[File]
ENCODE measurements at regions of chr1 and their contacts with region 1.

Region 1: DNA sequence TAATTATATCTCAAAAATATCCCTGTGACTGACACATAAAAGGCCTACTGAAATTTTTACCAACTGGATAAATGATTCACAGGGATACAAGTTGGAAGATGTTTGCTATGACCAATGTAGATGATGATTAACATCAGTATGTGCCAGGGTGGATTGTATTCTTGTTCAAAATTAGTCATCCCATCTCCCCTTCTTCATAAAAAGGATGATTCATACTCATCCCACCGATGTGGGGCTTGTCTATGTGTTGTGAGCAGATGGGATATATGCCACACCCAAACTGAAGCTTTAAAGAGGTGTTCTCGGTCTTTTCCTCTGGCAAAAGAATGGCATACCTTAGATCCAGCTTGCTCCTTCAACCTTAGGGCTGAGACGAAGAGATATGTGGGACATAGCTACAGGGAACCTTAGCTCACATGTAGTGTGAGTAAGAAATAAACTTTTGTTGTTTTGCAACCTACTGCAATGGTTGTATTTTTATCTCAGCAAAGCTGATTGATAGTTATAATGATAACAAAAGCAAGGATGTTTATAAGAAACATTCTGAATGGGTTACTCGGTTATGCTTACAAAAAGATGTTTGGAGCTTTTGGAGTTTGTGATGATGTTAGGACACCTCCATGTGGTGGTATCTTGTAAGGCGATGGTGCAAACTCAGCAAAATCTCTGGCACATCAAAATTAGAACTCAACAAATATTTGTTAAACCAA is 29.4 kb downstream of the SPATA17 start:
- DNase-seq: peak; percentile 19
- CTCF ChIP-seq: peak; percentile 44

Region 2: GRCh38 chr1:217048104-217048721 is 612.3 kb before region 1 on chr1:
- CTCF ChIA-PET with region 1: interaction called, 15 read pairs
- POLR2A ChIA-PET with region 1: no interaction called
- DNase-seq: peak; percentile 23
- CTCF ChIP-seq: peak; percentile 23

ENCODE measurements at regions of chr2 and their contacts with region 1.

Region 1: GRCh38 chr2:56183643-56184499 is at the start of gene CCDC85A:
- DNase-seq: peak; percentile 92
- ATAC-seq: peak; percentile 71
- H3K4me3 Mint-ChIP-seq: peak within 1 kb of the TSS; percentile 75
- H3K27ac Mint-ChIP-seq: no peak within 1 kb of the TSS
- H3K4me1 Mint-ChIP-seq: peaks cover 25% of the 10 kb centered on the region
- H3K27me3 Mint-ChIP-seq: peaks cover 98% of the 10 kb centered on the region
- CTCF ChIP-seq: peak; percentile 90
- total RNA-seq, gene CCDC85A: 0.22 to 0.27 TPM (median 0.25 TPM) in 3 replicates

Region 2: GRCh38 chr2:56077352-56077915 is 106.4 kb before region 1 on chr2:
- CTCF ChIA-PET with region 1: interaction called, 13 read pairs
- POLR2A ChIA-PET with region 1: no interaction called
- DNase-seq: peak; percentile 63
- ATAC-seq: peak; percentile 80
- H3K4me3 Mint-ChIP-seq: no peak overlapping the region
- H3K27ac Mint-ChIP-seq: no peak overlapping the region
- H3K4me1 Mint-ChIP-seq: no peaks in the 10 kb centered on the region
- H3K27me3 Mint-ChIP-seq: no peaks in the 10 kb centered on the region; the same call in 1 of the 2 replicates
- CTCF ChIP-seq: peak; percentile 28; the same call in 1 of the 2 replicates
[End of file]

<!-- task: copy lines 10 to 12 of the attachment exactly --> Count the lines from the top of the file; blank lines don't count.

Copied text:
ENCODE measurements at regions of chr2 and their contacts with region 1.

Region 1: GRCh38 chr2:56183643-56184499 is at the start of gene CCDC85A:
- DNase-seq: peak; percentile 92